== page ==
Education entrepreneurs abound, making excellent returns on investment (above and under the table) by setting up a deemed or private university or a “recognized” institution offering courses in management, information technology and engineering. Bachelor programmes in management are offered in universities which already have bachelor programmes in commerce. All over the world it is believed that management courses are best taught to people with some work experience, not to teenagers. But the University Grants Commission and the AICTE have permitted this attempt to follow the market instead of leading it.
Management is a subject that is experience-based. It must interact closely with the sector that it is teaching — whether industry, hospitals, arts or any other — how to manage. Management institutions that are unable to ensure this live interaction for students through the visits of practitioners, summer assignments, faculty research projects and so on, are not doing their job properly. Hence management institutions that have neither a substantial core faculty nor are situated close to the sector that they are teaching how to manage are unlikely to be offering useful teaching.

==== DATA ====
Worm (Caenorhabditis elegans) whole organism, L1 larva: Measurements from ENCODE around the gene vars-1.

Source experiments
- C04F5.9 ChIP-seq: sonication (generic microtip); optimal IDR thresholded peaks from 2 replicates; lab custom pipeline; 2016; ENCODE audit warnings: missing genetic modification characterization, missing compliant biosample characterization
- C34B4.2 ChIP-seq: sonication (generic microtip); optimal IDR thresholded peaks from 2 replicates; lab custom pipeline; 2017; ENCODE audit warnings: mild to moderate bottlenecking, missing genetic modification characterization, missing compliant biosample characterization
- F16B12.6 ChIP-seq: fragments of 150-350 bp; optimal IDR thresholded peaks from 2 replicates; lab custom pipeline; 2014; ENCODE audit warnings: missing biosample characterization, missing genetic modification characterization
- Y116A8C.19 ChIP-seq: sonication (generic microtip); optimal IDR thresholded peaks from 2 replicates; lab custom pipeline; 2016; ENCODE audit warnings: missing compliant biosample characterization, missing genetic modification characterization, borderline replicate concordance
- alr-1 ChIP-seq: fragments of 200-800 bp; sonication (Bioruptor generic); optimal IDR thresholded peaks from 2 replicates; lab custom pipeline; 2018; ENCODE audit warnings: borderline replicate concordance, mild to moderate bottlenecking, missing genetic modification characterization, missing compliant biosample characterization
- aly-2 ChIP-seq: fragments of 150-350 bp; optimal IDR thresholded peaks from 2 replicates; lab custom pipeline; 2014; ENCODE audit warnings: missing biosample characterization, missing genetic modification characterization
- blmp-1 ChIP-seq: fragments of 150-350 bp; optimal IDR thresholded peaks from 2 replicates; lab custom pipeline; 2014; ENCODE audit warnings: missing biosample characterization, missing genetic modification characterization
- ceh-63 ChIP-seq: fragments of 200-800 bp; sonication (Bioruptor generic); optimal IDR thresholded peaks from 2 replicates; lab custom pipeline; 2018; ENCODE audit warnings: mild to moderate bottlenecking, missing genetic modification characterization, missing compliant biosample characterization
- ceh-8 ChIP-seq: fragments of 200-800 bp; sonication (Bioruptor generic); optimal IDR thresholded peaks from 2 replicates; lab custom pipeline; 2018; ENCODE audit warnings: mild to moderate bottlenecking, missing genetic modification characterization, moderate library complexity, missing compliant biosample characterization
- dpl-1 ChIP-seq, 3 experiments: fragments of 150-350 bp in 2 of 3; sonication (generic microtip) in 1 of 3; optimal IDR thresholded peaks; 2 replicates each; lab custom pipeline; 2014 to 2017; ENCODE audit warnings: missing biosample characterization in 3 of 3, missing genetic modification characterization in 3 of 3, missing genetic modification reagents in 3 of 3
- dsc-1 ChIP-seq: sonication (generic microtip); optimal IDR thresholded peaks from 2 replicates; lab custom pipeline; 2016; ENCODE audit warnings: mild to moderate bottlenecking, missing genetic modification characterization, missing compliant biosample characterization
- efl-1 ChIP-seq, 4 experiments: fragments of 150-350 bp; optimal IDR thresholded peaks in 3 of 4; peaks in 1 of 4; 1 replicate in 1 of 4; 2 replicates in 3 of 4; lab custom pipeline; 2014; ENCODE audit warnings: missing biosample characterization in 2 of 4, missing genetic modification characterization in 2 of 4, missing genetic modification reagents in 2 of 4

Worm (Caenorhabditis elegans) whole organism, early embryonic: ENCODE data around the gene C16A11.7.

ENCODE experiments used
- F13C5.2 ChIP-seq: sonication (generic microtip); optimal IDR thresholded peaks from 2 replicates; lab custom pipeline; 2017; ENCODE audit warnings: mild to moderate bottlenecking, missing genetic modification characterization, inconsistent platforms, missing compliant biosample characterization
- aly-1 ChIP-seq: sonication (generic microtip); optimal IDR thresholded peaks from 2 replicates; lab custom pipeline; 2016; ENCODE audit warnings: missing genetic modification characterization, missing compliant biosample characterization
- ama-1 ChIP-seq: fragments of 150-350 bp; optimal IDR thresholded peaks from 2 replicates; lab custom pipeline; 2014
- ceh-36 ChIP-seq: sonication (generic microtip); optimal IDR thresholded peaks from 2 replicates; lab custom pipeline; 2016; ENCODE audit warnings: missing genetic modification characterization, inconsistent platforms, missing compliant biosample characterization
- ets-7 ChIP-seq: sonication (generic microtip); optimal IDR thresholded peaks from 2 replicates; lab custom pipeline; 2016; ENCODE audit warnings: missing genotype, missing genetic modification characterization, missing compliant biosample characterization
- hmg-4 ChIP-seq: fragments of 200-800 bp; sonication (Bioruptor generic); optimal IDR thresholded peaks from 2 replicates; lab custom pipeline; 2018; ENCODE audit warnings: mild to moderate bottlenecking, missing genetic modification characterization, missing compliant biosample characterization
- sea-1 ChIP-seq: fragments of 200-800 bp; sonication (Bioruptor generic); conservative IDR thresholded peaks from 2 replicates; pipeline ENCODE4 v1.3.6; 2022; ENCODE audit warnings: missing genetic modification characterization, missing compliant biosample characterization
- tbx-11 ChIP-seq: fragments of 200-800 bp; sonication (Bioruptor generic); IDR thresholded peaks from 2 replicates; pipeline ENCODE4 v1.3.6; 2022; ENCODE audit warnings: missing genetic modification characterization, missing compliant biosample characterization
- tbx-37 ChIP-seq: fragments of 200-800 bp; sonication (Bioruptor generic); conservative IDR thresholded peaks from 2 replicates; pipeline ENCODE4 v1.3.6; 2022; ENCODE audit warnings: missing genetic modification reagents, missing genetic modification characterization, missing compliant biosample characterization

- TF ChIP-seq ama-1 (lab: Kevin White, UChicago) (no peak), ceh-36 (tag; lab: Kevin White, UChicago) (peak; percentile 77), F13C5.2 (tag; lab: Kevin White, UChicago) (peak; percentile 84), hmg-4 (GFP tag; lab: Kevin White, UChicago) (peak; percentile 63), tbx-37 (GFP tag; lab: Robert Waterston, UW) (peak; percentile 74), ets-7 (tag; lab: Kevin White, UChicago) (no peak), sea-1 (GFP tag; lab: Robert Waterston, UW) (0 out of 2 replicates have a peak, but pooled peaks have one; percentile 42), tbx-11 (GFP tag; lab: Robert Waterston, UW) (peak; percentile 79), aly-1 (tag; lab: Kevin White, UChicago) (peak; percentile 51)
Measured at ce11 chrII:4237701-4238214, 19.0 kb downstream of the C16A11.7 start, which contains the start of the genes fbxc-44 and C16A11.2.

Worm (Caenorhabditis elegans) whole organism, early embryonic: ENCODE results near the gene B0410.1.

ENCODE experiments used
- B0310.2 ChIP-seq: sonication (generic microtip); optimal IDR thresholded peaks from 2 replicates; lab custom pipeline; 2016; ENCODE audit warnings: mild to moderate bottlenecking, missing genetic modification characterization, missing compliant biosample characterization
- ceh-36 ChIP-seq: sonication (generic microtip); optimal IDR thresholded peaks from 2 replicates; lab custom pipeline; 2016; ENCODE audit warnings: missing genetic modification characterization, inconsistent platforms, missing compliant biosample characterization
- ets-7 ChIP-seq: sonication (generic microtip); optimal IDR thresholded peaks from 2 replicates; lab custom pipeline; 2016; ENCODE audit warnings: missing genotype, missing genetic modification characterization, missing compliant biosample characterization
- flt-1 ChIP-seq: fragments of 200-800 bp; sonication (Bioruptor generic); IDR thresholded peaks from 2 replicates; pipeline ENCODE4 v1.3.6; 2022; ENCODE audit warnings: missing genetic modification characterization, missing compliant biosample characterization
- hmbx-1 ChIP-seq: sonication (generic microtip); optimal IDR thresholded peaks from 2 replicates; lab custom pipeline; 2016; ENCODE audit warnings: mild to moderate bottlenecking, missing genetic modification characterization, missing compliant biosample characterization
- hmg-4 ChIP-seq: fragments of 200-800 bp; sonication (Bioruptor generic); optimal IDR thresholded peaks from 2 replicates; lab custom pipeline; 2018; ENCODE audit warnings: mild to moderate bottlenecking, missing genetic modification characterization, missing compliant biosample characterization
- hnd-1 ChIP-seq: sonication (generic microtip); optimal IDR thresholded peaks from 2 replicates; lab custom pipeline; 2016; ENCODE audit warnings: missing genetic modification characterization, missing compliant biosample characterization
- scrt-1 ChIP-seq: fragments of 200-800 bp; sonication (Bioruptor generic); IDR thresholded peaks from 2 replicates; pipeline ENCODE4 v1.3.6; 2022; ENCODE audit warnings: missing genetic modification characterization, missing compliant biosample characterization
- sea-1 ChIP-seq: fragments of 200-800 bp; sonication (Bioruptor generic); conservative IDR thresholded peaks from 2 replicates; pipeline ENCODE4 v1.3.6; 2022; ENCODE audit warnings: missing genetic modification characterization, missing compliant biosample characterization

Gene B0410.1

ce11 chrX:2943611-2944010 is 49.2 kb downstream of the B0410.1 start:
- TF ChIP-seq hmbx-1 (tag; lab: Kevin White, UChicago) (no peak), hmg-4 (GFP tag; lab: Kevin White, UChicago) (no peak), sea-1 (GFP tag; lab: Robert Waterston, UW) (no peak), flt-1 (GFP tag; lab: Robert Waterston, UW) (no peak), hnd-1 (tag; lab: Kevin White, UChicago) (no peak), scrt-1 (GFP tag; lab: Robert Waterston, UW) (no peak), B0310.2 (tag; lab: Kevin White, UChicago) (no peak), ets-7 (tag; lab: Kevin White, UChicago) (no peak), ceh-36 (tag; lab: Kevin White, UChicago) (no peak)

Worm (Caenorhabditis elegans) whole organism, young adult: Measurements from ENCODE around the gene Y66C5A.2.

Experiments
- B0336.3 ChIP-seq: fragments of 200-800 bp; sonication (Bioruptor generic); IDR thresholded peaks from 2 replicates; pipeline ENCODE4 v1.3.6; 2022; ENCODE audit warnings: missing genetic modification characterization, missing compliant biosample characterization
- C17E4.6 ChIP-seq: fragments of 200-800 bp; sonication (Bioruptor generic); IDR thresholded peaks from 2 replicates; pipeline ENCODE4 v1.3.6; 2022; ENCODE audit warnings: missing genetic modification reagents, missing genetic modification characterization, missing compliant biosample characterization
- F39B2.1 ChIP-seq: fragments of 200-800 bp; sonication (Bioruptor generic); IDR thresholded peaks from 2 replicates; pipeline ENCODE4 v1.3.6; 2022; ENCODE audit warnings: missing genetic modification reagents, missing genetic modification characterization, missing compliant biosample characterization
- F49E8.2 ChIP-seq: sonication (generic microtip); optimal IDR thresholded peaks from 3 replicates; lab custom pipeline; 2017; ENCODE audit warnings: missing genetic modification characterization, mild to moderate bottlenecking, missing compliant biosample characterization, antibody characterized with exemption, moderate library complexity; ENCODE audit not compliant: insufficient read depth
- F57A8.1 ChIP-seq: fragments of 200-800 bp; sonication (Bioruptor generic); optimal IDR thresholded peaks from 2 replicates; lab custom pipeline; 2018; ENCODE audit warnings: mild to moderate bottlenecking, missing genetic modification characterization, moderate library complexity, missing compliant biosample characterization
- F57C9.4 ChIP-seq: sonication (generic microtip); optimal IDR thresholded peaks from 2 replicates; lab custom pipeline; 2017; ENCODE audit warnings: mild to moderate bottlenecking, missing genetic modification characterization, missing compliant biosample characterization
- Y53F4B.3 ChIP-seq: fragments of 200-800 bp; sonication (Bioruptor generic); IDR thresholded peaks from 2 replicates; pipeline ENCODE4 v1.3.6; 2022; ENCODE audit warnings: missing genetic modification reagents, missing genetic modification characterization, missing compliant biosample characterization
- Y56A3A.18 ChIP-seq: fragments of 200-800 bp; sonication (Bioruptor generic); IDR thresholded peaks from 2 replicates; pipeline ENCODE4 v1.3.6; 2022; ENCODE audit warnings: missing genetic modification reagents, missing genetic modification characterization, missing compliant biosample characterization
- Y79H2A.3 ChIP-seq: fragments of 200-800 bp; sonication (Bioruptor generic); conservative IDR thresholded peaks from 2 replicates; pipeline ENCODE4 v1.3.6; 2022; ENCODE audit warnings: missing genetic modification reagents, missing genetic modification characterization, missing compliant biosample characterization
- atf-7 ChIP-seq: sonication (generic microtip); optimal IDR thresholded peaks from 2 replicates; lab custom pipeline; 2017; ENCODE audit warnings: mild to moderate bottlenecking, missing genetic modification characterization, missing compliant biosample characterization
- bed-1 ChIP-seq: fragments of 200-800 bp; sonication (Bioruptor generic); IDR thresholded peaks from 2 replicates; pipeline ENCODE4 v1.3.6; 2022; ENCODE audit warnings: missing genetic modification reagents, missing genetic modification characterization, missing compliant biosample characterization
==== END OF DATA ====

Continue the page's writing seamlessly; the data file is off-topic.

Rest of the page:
India has based its management curriculum and pedagogy on the American experience. Many skills and techniques in management learning are universal and applicable in any society or market. The American system is of great use in teaching these. But elements unique to individual societies must be taken into account in the teaching. For example, it is a common belief in marketing that consumers would pay extra for value. But in a country that consists of as many poor people as India, either we assume that the poor have no aspiration to consume, or we break the paradigm and consider how we can design the product for the consumer, offering him functional value but within his reach. Or there is the peculiar mixture of rationality, lateral thinking, superstition, and looking up to elders that is the make-up of almost any Indian. How must we modify teaching human resource development or organizational behaviour in order to take these peculiarities into consideration'